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doi:10.1094/CFW-61-2-0082 | VIEW ARTICLE


Getting Your Fiber?

David F.Busken

Oak State Products, Wenona, IL, U.S.A. david.busken@oakstate.com. Cereal Foods World 61(2):82-83.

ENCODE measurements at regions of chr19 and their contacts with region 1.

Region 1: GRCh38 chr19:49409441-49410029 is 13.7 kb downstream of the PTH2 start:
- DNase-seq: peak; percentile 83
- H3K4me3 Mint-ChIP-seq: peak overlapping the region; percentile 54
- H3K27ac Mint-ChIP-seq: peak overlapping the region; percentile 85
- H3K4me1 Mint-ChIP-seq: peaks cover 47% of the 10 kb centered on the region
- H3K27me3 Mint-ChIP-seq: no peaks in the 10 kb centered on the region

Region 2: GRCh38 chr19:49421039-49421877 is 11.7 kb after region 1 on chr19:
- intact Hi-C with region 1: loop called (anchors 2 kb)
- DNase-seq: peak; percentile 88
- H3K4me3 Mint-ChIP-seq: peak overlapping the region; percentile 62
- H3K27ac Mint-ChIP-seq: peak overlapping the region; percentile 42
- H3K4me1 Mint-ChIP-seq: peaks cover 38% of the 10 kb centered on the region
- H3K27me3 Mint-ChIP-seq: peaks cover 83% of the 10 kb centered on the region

In this column, Busken discusses the addition of fiber to baked product formulations. Food manufacturers need to carefully consider what types of fiber they use in their products. For example, some types of fiber can cause unpleasant effects such as gastrointestinal issues. Manufacturers also need to consider the effects of the fiber in the product in which it is incorporated. Some fibers are easier to work with than others. Two general categories of fiber (insoluble and soluble) and their potential effects and food applications are described.

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